Pentagon Releases Strategy for US Superiority in Space

Pentagon Releases Strategy for US Superiority in Space
Deputy Assistant Secretary of Defense for Space Policy Stephen Kitay holds a press briefing for the media on Defense Space Strategy in the Pentagon Briefing Room on June 17, 2020. (DoD photo by Marvin Lynchard)
Mimi Nguyen Ly

The Department of Defense on June 17 released its Defense Space Strategy, which will serve as a roadmap for how it will go about ensuring a “secure, stable, and accessible” space domain for the United States and its allies, while advancing U.S. military space power.

“The Defense Space Strategy is the next step to ensure space superiority and to secure the Nation’s vital interests in space, now and in the future,” Secretary of Defense Mark Esper said in a statement. ”We desire a secure, stable, and accessible space domain that underpins our Nation’s security, prosperity, and scientific achievement.

“This strategy identifies a phased approach on how we are going to achieve the desired conditions in space over the next 10 years.”

According to the strategy (pdf), China and Russia pose the “most immediate and serious threats to U.S. space operations.” Threats from North Korea and Iran are also growing, it noted.

Deputy Assistant Secretary of Defense for Space Policy Stephen Kitay told reporters at a press briefing on June 17 that China and Russia have “weaponized space and turned it into a war-fighting domain.”

When asked how China and Russia have weaponized space, Kitay pointed to two reports released by the intelligence community in 2019—“Challenges to Security in Space” (pdf) by the Defense Intelligence Agency and “Competing in Space” (pdf) by the National Air and Space Intelligence Center.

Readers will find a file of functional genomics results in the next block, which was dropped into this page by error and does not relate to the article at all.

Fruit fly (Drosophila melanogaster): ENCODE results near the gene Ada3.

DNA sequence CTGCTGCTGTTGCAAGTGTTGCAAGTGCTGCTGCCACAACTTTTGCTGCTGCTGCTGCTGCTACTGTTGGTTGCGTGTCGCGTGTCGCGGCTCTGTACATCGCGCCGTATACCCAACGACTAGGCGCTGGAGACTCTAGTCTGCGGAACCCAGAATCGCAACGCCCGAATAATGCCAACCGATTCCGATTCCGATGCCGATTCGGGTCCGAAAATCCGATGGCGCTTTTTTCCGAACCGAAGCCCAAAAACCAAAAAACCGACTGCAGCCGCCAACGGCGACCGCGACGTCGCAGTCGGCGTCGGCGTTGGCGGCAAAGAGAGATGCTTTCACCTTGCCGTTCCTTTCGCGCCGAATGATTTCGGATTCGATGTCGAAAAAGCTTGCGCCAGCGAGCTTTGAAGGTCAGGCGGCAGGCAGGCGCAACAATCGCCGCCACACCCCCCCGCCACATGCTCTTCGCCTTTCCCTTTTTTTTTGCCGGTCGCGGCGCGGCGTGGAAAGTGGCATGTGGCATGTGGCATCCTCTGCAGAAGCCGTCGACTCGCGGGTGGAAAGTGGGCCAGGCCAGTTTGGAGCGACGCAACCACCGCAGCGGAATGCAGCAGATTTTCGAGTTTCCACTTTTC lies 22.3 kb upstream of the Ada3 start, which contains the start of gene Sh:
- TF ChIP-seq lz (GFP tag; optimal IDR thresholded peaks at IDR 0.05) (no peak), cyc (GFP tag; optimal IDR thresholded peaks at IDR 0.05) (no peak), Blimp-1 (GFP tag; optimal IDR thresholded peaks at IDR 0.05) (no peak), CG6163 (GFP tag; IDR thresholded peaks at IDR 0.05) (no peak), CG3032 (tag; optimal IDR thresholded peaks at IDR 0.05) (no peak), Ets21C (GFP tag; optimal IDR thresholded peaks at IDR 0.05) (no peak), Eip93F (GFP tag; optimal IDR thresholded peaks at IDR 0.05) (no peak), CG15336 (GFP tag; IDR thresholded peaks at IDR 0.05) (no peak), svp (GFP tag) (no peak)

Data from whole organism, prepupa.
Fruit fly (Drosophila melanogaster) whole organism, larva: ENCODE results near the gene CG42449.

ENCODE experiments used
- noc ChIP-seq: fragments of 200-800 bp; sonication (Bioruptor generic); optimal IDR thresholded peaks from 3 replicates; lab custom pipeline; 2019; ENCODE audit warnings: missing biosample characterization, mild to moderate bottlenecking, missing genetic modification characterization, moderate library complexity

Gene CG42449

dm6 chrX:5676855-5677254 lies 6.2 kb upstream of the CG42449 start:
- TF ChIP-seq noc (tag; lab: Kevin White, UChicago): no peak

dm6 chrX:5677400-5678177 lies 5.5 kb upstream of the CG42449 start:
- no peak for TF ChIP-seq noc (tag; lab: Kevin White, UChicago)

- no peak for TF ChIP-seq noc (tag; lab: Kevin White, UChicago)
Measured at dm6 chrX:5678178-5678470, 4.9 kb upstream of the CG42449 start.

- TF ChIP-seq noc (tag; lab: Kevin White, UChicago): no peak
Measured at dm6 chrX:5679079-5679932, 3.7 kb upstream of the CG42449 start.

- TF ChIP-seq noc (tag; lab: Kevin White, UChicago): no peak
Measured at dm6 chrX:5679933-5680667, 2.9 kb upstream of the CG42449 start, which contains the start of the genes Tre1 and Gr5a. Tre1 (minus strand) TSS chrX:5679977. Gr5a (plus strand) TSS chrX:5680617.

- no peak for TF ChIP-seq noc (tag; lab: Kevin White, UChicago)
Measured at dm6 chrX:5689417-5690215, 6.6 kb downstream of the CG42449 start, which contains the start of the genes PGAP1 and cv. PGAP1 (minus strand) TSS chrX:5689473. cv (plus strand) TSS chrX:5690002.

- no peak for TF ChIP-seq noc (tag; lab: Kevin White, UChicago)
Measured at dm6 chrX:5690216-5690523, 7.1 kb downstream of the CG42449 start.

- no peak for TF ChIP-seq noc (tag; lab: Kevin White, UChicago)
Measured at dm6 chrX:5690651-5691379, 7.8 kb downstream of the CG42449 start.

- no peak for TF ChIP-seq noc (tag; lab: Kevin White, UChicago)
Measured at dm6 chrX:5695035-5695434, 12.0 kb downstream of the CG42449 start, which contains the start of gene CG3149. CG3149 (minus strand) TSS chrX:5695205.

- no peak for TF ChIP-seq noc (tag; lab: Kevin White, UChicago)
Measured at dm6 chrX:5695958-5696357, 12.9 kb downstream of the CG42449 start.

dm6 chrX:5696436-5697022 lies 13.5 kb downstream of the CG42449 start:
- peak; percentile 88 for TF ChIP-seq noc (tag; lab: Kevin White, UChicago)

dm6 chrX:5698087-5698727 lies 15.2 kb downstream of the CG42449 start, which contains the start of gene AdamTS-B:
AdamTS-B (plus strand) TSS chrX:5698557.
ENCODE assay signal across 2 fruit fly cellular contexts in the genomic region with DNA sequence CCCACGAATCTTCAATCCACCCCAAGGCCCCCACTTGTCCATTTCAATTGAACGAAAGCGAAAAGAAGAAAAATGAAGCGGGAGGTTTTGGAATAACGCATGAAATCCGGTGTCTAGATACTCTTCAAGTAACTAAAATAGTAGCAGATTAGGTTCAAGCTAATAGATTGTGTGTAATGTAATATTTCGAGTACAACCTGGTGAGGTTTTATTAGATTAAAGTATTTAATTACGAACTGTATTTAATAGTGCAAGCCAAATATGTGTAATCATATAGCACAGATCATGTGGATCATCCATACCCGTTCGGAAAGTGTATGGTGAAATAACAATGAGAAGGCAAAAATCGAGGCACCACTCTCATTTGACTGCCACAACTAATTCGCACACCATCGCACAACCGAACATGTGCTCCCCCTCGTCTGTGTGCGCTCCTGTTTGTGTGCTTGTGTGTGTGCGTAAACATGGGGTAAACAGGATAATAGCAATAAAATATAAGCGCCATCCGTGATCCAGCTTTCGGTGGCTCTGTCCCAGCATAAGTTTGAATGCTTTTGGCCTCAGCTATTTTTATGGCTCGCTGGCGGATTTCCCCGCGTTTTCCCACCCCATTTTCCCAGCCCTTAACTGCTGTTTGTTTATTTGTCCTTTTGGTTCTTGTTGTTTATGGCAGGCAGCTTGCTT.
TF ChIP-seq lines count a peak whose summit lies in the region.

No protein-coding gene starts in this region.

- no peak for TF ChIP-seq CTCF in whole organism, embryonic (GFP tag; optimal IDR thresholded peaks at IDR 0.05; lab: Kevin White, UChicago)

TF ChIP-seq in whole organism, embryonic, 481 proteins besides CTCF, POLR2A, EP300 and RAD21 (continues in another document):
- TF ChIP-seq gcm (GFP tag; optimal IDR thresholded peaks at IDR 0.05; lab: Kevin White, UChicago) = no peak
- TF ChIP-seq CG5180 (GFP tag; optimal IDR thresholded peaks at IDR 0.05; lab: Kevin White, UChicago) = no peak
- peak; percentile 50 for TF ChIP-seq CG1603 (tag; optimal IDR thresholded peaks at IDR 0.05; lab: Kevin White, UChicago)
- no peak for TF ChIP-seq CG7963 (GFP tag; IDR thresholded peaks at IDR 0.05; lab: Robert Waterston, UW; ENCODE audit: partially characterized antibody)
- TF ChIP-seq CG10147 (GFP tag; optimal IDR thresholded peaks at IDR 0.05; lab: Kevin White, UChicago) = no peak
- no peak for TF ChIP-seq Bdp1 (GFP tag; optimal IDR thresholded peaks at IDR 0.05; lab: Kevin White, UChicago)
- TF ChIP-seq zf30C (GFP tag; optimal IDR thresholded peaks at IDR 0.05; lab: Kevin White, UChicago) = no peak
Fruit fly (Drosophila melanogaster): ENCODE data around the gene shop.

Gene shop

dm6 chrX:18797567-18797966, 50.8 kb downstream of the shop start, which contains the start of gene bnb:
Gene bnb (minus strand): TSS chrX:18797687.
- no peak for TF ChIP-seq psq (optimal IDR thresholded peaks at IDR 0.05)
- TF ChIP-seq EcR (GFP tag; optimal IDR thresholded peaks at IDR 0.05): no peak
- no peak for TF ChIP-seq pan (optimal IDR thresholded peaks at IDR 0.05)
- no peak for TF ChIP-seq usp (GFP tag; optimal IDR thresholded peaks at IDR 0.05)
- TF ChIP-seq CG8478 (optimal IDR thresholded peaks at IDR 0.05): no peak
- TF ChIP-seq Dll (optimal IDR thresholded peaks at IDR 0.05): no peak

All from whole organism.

He said the documents “have over 60 pages of information on threats, including capability, doctrine, and organizations.”

“These documents will tell you that China and Russia are developing and planning to use these capabilities that threaten our space systems and those of our allies,” he said.

Kitay pointed out that since the publication of the reports, China and Russia continue to conduct “highly sophisticated on-orbit activities which pose unprecedented new dangers to U.S. and allied space systems.”

He noted that Space Force Commander Gen. Jay Raymond expressed concerns about Russian spacecraft that appeared to tail a U.S. satellite earlier this year.

The space defense strategy document noted that China’s and Russia’s actions present “the greatest strategic threat” due to their “development, testing, and deployment of counterspace capabilities” and their “associated military doctrine,” which are designed to threaten the freedom of the United States and allied military operation in space.

“We have to implement enterprise-wide changes to policies, strategies, operations, investments, capabilities, and expertise for this new strategic environment,” Kitay told reporters.

“The defense space strategy defines the strategic environment and the critical moment that we’re at, and in turn, identifies the ends we’re trying to achieve, the ways we’re going to achieve them, and the means to do so. The strategy is about ends, ways, and means.”

He goes on to outline the Pentagon’s three objectives:

“First—Maintain space superiority. The DOD will preserve freedom of operations in the domain and we will be prepared to protect and defend our interests from the hostile use of space.

“Second—Provide space support to national joint space operations. We use space to improve life here on earth, and the DOD will continue to provide critical space capabilities to the joint and combined force.

“Third—Ensure space stability. Our focus is to deter aggression and to maintain a safe and sustainable environment. The DOD will be a good steward of the domain.”

The Pentagon has four “priority lines of effort” to achieve its goals in space, outlined in its defense space strategy:
  1. Build a comprehensive military advantage in space.
  2. Integrate military spacepower into national, joint, and combined operations.
  3. Shape the strategic environment.
  4. Cooperate with allies, partners, industry, and other U.S. Government departments and agencies.